(d) Required proof of availability of initial reserve operating funds. The HHA must provide CMS with adequate proof of the availability of initial reserve operating funds. Such proof, at a minimum, will include a copy of the statement(s) of the HHA's savings, checking, or other account(s) that contains the funds, accompanied by an attestation from an officer of the bank or other financial institution (if the financial institution offers such attestations) that the funds are in the account(s) and that the funds are immediately available to the HHA. In some cases, an HHA may have all or part of the initial reserve operating funds in cash equivalents. For the purpose of this section, cash equivalents are short-term, highly liquid investments that are readily convertible to known amounts of cash and that present insignificant risk of changes in value. A cash equivalent that is not readily convertible to a known amount of cash as needed during the initial 3-month period for which the initial reserve operating funds are required does not qualify in meeting the initial reserve operating funds requirement. Examples of cash equivalents for the purpose of this section are Treasury bills, commercial paper, and money market funds. As with funds in a checking, savings, or other account, the HHA also must be able to document the availability of any cash equivalents. CMS later may require the HHA to furnish another attestation from the financial institution that the funds remain available, or, if applicable, documentation from the HHA that any cash equivalents remain available, until a date when the HHA will have been surveyed by the State agency or by an approved accrediting organization. The officer of the HHA who will be certifying the accuracy of the information on the HHA's cost report must certify what portion of the required initial reserve operating funds is non-borrowed funds, including funds invested in the business by the owner. That amount must be at least 50 percent of the required initial reserve operating funds. The remainder of the reserve operating funds may be secured through borrowing or line of credit from an unrelated lender.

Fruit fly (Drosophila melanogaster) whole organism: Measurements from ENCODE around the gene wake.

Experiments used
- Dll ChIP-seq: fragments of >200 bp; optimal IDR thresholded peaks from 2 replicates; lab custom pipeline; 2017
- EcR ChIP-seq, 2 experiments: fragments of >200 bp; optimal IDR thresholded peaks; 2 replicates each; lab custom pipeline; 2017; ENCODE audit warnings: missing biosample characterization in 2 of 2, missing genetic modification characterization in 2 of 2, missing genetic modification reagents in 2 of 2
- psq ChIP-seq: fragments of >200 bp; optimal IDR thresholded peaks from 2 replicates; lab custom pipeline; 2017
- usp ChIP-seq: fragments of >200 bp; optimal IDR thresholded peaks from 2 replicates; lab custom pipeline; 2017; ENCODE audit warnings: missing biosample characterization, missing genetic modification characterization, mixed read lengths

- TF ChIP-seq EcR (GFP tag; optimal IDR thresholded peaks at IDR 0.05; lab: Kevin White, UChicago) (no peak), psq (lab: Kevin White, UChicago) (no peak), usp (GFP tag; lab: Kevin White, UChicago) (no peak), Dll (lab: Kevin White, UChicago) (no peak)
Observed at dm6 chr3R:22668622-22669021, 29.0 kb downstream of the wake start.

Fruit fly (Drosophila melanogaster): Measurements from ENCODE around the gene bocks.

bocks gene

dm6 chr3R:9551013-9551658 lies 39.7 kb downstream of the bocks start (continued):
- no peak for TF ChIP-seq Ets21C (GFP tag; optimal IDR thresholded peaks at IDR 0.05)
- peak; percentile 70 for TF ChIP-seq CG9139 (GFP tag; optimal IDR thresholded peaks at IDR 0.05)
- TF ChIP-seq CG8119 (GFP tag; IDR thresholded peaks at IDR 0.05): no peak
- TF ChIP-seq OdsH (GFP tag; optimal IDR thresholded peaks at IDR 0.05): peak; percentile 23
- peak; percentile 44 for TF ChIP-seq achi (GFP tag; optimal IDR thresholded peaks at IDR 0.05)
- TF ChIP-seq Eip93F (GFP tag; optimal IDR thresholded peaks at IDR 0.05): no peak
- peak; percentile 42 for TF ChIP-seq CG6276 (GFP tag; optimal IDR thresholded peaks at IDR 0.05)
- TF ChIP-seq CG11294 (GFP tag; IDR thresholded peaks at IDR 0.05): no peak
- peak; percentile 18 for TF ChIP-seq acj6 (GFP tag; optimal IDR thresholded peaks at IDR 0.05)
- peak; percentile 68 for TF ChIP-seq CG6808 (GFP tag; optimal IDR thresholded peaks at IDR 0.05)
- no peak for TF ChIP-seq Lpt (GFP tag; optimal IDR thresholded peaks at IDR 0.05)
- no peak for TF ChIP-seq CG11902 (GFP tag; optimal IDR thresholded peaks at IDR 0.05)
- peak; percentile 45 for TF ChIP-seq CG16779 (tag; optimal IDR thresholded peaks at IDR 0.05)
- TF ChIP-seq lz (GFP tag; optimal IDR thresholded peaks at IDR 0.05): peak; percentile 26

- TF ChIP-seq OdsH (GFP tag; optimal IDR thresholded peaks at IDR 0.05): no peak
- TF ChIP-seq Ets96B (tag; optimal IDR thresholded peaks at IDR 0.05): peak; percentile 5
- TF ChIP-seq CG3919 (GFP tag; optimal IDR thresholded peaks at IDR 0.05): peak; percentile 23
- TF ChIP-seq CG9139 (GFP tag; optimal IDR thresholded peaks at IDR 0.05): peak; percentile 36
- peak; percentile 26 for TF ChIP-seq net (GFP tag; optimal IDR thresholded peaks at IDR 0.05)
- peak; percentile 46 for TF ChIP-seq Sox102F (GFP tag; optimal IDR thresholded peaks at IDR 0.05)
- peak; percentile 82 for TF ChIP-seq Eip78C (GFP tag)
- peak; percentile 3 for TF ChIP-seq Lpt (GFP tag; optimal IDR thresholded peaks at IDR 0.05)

(e) Borrowed funds. If borrowed funds are not in the same account(s) as the HHA's own non-borrowed funds, the HHA also must provide proof that the borrowed funds are available for use in operating the HHA, by providing, at a minimum, a copy of the statement(s) of the HHA's savings, checking, or other account(s) containing the borrowed funds, accompanied by an attestation from an officer of the bank or other financial institution (if the financial institution offers such attestations) that the funds are in the account(s) and are immediately available to the HHA. As with the HHA's own (that is, non-borrowed) funds, CMS later may require the HHA to establish the current availability of such borrowed funds, including furnishing an attestation from a financial institution or other source, as may be appropriate, and to establish that such funds will remain available until a date when the HHA will have been surveyed by the State agency or by an approved accrediting organization.
(f) Line of credit. If the HHA chooses to support the availability of a portion of the initial reserve operating funds with a line of credit, it must provide CMS with a letter of credit from the lender. CMS later may require the HHA to furnish an attestation from the lender that the HHA, upon its certification into the Medicare program, continues to be approved to borrow the amount specified in the letter of credit.
(g) Billing Privileges.
(2) CMS may revoke the Medicare billing privileges of an HHA that fails to maintain and comply with the initial reserve operating funds requirements of this section for the three-month period after it receives its Medicare billing privileges.